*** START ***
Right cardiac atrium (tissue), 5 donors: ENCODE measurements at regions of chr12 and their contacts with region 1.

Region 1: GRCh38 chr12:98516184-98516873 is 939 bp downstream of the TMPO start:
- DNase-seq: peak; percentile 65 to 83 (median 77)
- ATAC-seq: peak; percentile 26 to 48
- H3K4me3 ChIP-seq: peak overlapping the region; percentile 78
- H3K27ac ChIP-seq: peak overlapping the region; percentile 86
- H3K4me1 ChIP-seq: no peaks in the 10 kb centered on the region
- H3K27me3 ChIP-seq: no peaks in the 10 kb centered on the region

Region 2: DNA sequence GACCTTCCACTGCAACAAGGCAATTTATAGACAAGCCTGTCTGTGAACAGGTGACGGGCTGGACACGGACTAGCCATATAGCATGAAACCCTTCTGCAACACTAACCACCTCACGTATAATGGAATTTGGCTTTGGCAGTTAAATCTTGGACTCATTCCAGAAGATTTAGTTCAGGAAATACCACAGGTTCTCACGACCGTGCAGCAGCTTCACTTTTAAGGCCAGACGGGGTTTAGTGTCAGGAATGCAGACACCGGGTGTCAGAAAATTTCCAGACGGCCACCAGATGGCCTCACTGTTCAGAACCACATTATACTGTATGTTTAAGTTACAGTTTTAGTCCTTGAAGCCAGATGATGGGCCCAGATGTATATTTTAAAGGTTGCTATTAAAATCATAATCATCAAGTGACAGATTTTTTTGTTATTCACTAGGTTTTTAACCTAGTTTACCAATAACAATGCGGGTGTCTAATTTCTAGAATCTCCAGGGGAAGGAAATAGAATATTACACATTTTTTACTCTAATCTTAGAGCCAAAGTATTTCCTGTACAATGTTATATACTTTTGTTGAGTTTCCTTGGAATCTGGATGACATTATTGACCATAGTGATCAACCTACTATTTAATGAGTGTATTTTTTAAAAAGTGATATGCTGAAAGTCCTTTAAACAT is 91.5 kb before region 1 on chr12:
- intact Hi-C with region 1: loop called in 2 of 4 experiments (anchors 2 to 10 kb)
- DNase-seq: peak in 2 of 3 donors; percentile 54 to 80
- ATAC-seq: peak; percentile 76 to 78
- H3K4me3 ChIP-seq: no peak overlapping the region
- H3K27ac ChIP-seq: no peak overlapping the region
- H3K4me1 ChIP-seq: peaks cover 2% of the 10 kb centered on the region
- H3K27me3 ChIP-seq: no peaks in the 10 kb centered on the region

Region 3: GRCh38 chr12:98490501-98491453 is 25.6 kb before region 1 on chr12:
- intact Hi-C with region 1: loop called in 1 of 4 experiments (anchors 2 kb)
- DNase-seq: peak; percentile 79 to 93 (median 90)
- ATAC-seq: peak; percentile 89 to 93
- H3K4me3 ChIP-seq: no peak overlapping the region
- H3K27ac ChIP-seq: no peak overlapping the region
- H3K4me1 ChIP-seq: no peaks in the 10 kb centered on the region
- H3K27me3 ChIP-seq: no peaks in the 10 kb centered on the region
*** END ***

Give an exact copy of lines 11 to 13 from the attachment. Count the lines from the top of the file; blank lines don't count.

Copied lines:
- DNase-seq: peak in 2 of 3 donors; percentile 54 to 80
- ATAC-seq: peak; percentile 76 to 78
- H3K4me3 ChIP-seq: no peak overlapping the region